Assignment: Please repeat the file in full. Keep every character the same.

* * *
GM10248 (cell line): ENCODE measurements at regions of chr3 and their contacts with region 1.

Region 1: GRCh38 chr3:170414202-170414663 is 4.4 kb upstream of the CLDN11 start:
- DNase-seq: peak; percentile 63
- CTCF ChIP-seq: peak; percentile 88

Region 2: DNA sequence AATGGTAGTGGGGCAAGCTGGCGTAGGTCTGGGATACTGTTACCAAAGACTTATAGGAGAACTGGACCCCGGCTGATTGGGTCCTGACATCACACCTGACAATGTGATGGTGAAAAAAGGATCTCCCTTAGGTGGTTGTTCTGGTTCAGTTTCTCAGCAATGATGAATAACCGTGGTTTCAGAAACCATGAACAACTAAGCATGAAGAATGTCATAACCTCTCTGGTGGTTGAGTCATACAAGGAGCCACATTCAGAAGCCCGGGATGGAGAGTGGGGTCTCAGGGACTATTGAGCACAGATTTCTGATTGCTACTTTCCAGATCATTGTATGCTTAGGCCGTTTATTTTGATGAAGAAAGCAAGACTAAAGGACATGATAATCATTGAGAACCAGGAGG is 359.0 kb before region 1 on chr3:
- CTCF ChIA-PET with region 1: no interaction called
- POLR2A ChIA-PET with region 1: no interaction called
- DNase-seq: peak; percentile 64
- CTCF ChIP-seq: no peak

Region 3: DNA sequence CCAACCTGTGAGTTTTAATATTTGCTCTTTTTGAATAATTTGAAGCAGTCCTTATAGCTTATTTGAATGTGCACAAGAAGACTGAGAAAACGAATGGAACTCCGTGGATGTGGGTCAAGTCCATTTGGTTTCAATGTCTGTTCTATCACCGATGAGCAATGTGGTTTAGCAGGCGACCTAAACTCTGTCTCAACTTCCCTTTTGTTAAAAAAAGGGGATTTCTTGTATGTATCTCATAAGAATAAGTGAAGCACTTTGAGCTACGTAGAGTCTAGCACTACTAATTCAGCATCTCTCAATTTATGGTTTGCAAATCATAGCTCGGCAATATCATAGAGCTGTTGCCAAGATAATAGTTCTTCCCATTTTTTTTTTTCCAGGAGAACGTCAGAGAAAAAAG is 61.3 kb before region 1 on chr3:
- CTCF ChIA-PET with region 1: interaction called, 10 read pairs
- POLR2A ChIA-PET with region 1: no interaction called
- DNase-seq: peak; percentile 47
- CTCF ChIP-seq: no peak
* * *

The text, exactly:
GM10248 (cell line): ENCODE measurements at regions of chr3 and their contacts with region 1.

Region 1: GRCh38 chr3:170414202-170414663 is 4.4 kb upstream of the CLDN11 start:
- DNase-seq: peak; percentile 63
- CTCF ChIP-seq: peak; percentile 88

Region 2: DNA sequence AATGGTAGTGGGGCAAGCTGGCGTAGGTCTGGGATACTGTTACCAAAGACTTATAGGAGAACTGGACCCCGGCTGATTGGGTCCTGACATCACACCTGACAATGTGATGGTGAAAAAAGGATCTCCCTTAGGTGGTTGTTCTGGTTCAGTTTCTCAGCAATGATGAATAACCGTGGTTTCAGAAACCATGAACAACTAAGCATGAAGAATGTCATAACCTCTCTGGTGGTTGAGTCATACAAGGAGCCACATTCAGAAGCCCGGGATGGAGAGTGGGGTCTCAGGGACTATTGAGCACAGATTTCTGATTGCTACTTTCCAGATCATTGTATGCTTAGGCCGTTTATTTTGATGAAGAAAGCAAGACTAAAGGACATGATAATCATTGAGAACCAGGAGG is 359.0 kb before region 1 on chr3:
- CTCF ChIA-PET with region 1: no interaction called
- POLR2A ChIA-PET with region 1: no interaction called
- DNase-seq: peak; percentile 64
- CTCF ChIP-seq: no peak

Region 3: DNA sequence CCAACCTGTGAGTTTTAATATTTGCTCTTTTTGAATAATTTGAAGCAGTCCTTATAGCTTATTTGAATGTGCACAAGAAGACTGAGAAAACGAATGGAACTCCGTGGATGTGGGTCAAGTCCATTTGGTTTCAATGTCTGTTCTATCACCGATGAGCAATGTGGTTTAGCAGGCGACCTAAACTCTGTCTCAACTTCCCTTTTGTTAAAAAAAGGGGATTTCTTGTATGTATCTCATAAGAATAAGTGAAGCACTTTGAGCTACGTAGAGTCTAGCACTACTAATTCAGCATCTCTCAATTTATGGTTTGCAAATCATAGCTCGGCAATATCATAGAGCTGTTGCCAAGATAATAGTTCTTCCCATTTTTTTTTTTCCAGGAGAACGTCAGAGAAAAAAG is 61.3 kb before region 1 on chr3:
- CTCF ChIA-PET with region 1: interaction called, 10 read pairs
- POLR2A ChIA-PET with region 1: no interaction called
- DNase-seq: peak; percentile 47
- CTCF ChIP-seq: no peak